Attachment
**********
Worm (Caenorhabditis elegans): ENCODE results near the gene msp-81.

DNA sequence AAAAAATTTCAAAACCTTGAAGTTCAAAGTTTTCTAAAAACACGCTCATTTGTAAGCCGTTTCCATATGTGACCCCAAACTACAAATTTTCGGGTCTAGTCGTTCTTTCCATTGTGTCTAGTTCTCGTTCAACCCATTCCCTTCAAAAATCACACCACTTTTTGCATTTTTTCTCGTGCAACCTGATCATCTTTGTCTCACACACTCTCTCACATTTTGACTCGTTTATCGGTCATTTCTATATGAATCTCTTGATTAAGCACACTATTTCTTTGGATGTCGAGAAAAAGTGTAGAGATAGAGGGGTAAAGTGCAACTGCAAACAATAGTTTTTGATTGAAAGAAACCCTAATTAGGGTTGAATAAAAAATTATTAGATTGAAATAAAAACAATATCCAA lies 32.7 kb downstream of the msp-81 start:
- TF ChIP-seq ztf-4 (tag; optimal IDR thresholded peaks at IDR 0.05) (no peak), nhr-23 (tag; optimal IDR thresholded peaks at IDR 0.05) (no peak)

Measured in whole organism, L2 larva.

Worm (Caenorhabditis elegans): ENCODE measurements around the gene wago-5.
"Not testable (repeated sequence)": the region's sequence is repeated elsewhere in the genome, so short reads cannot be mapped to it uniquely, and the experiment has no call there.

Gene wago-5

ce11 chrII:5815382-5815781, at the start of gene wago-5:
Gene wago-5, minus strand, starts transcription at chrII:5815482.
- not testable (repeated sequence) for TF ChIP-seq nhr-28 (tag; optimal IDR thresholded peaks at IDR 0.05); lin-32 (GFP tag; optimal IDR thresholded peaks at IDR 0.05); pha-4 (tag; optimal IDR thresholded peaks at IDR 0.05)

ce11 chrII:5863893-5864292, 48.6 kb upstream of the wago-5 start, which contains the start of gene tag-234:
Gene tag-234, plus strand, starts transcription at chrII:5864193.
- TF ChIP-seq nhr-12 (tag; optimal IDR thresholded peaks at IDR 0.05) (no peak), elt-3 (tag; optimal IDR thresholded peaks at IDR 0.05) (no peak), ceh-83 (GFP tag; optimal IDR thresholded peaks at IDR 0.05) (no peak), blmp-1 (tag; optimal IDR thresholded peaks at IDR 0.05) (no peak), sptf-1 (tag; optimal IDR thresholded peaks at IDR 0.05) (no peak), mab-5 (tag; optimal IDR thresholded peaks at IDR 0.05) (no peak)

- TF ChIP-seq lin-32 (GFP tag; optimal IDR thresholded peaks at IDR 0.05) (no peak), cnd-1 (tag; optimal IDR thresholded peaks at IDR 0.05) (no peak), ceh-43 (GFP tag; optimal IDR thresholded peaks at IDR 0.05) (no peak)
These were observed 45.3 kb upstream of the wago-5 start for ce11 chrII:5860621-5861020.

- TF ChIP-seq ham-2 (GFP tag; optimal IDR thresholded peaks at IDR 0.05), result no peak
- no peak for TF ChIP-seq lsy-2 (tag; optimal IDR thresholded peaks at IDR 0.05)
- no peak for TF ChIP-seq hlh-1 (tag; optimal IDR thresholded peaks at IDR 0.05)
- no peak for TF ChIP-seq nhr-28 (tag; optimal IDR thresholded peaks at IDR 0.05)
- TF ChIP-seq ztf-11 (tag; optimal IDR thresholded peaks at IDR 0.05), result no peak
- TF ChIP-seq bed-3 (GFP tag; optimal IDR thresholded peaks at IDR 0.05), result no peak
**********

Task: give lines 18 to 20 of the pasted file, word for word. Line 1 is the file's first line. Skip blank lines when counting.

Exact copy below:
- no peak for TF ChIP-seq hlh-1 (tag; optimal IDR thresholded peaks at IDR 0.05)
- no peak for TF ChIP-seq nhr-28 (tag; optimal IDR thresholded peaks at IDR 0.05)
- TF ChIP-seq ztf-11 (tag; optimal IDR thresholded peaks at IDR 0.05), result no peak